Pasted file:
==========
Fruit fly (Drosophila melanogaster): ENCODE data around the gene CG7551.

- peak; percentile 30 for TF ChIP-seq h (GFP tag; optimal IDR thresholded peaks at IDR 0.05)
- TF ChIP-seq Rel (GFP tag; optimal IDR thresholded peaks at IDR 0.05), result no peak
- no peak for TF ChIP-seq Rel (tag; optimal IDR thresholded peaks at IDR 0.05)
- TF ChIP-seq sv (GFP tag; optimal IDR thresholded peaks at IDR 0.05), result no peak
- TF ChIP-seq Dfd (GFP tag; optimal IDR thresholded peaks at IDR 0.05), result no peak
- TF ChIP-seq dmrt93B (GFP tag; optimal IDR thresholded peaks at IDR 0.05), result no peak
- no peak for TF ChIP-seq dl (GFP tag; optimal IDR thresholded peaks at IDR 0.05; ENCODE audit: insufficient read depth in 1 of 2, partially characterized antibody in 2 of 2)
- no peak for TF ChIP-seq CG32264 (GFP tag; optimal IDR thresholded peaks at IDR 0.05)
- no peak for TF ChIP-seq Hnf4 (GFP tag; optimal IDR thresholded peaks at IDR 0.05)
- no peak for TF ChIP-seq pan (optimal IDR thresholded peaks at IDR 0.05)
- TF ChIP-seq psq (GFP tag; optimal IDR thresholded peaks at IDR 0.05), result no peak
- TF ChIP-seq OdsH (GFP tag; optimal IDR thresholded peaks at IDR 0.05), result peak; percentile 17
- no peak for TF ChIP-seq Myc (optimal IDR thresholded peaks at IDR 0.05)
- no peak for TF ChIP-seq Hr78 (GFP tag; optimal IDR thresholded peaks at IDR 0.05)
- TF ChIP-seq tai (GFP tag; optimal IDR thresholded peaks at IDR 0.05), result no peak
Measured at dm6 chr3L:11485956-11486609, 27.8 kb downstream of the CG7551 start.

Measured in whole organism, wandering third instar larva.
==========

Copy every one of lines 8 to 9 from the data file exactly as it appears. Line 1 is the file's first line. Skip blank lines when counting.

- no peak for TF ChIP-seq dl (GFP tag; optimal IDR thresholded peaks at IDR 0.05; ENCODE audit: insufficient read depth in 1 of 2, partially characterized antibody in 2 of 2)
- no peak for TF ChIP-seq CG32264 (GFP tag; optimal IDR thresholded peaks at IDR 0.05)